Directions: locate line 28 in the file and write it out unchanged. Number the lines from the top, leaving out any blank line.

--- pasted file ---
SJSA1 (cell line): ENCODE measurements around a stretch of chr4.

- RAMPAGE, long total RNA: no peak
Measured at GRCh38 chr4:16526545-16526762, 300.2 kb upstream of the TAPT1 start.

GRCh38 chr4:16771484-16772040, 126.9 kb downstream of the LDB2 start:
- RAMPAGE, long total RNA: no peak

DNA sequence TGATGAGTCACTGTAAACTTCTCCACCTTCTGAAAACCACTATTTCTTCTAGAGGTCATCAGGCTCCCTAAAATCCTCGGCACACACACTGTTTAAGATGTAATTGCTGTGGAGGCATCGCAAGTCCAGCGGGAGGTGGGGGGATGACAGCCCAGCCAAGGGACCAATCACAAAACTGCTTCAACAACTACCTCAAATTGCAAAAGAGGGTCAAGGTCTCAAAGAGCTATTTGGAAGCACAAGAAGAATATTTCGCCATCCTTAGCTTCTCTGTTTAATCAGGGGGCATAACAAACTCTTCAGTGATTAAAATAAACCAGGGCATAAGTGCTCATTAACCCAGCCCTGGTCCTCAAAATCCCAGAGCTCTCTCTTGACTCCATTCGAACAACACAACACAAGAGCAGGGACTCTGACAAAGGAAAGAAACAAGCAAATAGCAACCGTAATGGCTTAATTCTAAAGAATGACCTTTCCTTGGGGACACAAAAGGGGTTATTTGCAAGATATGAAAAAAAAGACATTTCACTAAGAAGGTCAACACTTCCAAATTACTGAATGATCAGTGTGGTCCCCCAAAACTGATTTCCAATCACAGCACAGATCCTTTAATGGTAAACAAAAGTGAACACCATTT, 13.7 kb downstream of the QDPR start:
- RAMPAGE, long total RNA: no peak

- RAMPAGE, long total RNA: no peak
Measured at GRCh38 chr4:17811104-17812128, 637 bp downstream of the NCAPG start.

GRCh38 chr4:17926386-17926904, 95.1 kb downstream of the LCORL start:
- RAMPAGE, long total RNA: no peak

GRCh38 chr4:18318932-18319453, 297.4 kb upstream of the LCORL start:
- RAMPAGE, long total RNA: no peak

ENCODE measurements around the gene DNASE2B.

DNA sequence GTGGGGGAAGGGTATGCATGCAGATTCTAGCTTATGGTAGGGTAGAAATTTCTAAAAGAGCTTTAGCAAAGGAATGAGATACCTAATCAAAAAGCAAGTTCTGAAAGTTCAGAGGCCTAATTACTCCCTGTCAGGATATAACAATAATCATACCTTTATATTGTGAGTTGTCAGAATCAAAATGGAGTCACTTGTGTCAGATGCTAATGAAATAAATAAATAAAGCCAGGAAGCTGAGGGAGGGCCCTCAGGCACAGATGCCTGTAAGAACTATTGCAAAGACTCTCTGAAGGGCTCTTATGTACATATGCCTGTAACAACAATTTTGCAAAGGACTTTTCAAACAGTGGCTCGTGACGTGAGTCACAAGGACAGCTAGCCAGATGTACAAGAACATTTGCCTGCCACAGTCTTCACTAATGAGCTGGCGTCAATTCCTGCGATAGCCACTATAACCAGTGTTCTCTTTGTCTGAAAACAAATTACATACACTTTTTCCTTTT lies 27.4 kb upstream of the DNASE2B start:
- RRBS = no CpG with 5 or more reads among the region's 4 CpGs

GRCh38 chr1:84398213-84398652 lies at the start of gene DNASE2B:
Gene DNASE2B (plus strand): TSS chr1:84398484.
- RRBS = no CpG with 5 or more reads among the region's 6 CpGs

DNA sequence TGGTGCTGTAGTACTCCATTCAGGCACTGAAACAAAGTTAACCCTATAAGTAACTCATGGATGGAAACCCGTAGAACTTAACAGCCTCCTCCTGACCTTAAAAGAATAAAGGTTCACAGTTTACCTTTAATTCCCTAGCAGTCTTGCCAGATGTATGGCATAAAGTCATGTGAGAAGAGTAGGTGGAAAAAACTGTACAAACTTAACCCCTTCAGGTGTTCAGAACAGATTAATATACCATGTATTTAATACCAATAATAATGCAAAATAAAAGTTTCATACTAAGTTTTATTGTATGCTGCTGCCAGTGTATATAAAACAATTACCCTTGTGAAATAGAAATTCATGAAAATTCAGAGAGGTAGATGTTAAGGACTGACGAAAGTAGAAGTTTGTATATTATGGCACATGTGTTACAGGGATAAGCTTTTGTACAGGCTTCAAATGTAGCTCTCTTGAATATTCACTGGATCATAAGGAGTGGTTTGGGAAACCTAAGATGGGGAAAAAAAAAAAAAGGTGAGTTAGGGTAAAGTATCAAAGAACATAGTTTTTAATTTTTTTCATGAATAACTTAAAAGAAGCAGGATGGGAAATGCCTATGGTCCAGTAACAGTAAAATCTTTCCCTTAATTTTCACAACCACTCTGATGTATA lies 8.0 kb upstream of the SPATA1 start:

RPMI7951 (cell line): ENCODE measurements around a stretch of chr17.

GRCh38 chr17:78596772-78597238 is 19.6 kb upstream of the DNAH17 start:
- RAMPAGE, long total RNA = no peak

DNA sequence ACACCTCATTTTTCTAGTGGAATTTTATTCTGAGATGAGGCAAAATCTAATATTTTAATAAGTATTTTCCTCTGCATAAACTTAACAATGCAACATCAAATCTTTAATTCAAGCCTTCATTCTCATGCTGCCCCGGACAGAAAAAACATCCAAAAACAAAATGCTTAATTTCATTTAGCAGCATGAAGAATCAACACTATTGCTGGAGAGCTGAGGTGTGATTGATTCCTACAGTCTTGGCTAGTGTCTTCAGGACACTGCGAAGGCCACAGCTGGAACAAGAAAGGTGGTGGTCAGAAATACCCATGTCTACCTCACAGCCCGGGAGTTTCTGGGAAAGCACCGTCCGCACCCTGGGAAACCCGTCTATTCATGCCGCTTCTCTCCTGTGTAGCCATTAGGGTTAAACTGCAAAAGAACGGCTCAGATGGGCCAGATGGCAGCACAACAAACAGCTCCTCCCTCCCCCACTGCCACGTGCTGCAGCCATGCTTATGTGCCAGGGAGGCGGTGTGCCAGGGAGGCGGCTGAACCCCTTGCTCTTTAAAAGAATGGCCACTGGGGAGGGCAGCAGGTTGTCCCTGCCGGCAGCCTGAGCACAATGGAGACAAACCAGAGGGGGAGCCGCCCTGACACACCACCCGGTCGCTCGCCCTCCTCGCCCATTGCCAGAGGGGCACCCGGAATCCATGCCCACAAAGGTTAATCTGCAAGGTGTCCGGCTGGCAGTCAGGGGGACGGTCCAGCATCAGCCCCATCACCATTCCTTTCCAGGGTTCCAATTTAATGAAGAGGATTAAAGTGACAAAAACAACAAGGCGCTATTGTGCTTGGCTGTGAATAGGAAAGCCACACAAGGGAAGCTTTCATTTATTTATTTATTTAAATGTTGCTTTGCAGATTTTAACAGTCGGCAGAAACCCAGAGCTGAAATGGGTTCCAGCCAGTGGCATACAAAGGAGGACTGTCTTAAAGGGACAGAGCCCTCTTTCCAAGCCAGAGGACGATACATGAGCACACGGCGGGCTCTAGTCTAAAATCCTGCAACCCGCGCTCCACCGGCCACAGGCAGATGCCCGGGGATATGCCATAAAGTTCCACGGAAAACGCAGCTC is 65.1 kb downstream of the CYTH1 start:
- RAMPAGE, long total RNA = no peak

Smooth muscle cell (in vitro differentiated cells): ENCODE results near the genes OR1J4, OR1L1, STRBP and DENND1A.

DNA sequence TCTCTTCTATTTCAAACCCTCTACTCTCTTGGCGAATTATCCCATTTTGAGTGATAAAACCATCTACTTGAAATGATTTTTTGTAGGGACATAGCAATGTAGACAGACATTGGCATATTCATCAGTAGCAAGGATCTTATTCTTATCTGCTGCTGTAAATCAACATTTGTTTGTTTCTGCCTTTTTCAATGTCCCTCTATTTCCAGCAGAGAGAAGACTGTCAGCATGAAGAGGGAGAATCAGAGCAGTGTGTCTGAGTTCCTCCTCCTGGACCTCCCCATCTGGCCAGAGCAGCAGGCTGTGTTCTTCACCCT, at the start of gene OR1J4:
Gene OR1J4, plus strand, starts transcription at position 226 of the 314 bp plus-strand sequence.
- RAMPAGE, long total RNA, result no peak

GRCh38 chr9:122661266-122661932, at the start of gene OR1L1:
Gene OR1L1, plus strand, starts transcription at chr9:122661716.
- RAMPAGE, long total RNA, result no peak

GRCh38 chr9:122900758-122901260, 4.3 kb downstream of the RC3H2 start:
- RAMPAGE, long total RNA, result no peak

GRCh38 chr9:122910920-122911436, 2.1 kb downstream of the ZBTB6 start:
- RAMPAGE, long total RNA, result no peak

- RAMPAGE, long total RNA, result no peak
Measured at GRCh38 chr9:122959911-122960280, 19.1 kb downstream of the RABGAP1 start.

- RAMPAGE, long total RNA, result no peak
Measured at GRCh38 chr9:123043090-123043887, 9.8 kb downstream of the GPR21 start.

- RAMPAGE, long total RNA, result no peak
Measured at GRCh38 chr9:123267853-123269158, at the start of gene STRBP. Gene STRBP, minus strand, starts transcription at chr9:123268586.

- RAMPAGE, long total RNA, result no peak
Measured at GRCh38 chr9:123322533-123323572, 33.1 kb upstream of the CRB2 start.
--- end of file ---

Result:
Gene OR1J4, plus strand, starts transcription at position 226 of the 314 bp plus-strand sequence.